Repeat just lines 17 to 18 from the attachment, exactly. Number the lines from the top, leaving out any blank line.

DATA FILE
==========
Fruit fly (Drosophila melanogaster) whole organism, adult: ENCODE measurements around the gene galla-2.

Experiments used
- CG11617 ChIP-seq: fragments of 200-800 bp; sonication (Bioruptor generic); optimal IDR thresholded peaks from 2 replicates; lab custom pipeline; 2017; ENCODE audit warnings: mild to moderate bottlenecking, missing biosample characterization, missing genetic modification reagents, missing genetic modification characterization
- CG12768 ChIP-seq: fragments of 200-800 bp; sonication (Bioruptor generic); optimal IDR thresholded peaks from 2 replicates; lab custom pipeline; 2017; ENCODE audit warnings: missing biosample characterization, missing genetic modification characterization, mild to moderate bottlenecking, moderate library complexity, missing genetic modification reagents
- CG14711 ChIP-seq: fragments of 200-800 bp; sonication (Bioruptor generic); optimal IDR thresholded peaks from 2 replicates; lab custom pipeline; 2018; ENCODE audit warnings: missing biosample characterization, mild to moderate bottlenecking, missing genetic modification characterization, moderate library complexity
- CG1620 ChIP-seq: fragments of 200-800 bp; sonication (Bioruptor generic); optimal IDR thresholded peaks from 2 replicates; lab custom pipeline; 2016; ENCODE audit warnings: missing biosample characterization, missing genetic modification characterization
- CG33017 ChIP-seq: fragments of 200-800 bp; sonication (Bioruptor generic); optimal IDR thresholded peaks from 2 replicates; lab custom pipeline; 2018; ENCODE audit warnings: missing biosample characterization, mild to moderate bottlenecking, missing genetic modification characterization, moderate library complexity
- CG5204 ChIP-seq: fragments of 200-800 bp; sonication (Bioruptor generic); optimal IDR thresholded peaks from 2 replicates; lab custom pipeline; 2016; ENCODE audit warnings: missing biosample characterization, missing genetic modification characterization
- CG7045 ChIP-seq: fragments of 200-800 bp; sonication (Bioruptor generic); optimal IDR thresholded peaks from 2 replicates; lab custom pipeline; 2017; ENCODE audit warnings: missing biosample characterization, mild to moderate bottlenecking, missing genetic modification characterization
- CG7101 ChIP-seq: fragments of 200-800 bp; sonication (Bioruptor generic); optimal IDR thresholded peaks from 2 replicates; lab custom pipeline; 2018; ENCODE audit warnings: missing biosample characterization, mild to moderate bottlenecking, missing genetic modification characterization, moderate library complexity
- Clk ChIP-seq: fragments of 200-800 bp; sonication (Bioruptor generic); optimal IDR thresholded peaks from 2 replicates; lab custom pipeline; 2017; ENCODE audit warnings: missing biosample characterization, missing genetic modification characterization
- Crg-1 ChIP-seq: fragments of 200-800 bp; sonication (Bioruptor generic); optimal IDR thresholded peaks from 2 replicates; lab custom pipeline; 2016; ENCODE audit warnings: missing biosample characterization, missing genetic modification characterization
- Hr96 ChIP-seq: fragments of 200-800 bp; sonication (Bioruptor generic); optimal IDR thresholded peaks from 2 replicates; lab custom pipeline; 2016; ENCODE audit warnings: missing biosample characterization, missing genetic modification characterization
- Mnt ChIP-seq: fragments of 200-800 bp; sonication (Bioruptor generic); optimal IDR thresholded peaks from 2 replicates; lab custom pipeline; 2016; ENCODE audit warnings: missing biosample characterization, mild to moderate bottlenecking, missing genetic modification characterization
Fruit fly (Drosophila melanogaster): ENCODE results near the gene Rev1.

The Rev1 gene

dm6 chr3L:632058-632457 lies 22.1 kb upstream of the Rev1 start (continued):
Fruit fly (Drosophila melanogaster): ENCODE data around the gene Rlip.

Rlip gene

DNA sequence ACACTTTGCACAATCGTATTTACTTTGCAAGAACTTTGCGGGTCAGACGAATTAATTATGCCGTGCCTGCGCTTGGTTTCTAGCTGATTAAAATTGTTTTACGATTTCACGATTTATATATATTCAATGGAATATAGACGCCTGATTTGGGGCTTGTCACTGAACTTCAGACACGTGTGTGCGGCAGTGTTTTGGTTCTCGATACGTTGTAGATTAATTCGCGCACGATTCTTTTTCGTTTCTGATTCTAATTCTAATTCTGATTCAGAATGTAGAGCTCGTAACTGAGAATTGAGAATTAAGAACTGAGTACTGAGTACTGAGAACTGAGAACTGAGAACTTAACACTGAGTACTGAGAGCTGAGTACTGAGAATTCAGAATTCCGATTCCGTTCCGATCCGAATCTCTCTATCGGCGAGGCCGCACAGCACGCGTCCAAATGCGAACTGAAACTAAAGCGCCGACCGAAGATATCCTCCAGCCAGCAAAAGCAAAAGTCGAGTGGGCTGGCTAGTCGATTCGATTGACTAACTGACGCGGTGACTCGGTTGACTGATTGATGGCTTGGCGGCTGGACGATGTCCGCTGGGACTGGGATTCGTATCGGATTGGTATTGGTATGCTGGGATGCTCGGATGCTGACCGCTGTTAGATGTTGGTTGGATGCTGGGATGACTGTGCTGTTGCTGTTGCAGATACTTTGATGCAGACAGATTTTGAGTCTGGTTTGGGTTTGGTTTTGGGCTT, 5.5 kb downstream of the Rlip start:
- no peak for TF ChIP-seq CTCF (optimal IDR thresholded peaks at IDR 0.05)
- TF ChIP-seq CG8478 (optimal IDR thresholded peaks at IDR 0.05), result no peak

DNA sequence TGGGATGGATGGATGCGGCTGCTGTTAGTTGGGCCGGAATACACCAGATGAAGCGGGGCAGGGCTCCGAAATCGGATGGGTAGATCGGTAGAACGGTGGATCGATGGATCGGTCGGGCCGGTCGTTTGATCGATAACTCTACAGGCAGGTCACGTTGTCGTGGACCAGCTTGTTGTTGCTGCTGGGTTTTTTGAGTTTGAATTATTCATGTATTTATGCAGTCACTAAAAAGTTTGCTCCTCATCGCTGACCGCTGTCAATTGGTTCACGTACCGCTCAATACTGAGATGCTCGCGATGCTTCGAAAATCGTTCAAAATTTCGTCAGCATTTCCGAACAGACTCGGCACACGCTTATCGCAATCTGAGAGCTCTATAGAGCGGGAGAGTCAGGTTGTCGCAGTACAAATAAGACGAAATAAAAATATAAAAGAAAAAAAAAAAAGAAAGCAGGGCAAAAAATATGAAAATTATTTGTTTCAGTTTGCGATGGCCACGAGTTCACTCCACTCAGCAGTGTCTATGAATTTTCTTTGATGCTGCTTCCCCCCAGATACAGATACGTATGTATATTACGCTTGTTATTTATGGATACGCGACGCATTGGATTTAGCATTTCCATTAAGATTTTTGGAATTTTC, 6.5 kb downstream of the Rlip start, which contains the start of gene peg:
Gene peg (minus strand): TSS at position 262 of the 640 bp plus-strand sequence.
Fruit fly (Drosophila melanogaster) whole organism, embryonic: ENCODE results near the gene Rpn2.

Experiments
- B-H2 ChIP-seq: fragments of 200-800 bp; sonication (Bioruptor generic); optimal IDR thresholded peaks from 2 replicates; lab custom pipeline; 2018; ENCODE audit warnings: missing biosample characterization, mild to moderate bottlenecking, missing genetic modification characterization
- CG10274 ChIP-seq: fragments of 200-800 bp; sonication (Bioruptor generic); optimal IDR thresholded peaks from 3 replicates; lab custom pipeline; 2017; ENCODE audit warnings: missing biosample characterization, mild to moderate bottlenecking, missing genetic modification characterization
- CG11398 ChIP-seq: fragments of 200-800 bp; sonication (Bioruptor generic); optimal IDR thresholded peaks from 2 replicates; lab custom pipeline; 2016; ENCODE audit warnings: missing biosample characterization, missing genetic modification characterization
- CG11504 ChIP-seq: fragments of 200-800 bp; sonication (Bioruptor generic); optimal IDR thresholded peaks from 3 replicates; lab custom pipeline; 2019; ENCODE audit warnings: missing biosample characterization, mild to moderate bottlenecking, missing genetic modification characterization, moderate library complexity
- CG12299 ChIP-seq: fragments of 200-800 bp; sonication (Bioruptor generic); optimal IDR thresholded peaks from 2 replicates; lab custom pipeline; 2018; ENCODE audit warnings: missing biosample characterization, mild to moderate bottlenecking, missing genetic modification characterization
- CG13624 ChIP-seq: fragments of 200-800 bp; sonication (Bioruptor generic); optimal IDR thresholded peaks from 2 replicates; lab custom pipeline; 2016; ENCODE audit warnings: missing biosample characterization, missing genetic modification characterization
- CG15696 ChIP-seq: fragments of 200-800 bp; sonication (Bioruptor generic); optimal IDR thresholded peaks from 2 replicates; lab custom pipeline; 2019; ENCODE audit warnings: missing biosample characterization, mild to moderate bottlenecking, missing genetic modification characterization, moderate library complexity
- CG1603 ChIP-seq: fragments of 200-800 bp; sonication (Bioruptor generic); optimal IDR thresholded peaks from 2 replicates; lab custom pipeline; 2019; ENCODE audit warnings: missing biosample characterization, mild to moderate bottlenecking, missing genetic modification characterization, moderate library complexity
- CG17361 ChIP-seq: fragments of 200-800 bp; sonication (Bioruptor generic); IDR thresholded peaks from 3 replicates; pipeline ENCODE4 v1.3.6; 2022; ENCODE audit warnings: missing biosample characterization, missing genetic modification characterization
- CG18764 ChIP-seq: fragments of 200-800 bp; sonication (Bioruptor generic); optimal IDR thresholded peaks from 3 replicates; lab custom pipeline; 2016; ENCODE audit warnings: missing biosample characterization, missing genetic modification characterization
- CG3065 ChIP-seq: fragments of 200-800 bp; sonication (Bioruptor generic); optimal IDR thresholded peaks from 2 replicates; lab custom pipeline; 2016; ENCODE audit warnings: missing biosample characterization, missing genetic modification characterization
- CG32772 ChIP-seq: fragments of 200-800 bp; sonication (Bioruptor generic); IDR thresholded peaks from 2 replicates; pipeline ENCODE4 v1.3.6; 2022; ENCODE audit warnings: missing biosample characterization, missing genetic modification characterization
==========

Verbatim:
dm6 chr3L:632058-632457 lies 22.1 kb upstream of the Rev1 start (continued):
Fruit fly (Drosophila melanogaster): ENCODE data around the gene Rlip.